A series of five historical markers that give a glimpse into the history of White Bear Township were placed during a ribbon-cutting ceremony at the Township Day festival Sept. 14. The markers were researched and written by the White Bear Lake Area Historical Society (WBLAHS) and installed along the trail leading from the parking lot at Polar Lakes Park up to the historic Town Hall.
The markers help share stories of the area that has become White Bear Township through key questions including, “Who Were the Area’s First Inhabitants?” and “Why is White Bear Township Shaped That Way?” The multiyear project to research, write and design the markers is the culmination of a vision for the historic site within the park that was crafted by the historical society and White Bear Township several years ago.
According to WBLAHS Executive Director Sara Markoe Hanson, the markers are an effort to engage visitors who come to the park for other purposes. “This park is incredibly active, and the Town Hall is not always open. We wanted to provide a more passive way to interact with visitors who might not seek out a museum or historic site, but would pause to read the plaques while they wait for their game to start or are bringing kids to the playground,” Hanson said.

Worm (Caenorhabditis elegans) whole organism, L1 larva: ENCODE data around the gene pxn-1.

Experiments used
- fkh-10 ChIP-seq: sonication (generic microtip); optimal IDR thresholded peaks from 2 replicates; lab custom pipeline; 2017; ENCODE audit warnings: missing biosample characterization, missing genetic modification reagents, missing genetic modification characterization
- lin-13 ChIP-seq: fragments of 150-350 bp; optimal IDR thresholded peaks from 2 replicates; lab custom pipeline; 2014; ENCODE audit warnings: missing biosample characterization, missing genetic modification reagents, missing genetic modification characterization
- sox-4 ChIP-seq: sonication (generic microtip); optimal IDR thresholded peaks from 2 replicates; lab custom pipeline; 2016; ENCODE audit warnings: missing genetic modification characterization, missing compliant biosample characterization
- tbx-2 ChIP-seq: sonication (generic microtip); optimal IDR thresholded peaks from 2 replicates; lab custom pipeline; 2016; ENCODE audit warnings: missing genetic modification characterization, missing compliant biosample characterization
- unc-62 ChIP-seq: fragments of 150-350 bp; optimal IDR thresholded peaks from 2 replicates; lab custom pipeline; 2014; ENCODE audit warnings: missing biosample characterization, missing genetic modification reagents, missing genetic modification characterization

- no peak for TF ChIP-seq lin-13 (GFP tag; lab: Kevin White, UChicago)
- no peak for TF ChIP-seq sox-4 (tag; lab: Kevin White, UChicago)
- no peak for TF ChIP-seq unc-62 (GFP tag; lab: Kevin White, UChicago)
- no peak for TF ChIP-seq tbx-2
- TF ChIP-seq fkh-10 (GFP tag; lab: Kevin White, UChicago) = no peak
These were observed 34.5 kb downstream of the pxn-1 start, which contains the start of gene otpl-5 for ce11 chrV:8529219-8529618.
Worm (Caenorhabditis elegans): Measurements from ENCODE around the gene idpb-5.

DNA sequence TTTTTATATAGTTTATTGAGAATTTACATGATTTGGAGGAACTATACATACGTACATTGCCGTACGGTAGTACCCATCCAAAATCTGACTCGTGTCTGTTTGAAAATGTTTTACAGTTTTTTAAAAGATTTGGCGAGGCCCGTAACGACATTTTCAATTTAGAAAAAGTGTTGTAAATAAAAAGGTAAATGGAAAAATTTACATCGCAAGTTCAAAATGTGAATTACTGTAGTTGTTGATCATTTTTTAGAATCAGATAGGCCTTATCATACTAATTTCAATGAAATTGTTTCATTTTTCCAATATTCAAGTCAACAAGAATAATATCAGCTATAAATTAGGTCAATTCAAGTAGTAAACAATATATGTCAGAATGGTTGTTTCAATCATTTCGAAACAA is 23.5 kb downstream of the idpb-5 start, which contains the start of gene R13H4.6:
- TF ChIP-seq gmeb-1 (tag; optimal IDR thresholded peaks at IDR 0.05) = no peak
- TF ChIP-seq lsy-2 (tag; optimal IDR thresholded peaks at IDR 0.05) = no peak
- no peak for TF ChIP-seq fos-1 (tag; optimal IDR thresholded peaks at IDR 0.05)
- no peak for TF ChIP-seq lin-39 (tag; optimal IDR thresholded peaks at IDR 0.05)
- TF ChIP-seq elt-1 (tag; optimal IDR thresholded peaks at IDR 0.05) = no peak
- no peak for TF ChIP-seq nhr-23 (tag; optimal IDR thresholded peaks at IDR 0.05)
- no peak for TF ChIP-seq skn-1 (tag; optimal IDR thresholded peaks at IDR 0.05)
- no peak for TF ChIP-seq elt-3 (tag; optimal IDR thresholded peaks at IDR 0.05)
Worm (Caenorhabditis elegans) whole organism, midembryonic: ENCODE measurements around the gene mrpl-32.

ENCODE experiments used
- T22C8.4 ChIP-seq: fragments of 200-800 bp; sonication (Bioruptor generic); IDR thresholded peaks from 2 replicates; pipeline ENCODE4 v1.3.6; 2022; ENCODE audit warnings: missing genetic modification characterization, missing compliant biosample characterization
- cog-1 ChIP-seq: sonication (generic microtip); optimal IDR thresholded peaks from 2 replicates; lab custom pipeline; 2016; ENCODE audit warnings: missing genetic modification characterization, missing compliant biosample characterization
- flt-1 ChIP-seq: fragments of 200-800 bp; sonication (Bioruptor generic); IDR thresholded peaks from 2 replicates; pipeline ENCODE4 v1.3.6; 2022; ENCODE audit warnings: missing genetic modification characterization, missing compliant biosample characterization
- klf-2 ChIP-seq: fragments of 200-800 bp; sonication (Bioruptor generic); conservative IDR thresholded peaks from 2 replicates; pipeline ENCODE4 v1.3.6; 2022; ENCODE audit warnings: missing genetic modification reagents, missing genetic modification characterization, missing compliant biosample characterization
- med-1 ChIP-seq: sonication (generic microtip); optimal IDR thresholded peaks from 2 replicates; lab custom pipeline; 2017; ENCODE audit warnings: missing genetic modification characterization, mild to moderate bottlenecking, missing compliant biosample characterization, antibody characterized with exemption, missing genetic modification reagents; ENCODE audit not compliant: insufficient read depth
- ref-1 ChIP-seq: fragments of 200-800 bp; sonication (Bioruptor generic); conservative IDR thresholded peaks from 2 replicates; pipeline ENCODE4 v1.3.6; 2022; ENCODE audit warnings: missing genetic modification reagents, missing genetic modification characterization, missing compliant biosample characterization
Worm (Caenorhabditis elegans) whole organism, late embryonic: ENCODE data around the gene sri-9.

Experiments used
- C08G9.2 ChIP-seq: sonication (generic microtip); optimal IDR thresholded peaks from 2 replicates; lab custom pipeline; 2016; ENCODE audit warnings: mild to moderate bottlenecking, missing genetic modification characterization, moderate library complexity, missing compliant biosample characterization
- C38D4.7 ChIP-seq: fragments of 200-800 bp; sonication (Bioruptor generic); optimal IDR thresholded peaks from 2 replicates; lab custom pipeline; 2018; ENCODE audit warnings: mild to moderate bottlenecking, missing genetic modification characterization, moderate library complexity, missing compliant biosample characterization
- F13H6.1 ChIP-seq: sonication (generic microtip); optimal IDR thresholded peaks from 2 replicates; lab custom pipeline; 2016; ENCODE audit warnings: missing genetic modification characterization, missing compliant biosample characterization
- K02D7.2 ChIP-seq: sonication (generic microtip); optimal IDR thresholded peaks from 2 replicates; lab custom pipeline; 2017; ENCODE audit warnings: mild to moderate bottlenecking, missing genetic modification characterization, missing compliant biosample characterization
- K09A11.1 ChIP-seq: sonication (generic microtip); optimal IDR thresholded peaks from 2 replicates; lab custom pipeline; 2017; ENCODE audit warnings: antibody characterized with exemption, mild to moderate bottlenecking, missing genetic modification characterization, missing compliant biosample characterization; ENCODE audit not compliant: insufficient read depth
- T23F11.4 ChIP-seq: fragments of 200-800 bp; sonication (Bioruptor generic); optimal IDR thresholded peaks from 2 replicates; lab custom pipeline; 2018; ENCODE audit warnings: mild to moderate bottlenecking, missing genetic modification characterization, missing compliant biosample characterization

The project was funded in part by grants from the Minnesota Arts and Cultural Heritage Fund and the Greater White Bear Lake Community Foundation.
Work on the Town Hall's interior continues, and the site is planned to officially open for community groups and school tours in 2020. The Town Hall will house exhibits and provide space for presentations on local history. The structure was originally designed by Minnesota architect Cass Gilbert in 1885 and is believed to be Gilbert’s first public building. He would later go on to design the Minnesota state Capitol, along with the West Virginia and Arkansas state capitols and the United States Supreme Court Building. The Town Hall has been moved three times in its more than 130-year history and has suffered at least one fire. Recent efforts to rehabilitate the structure have revealed significant clues to its original form and layout.
To learn more about the history of the building and the project, visit whitebearhistory.org.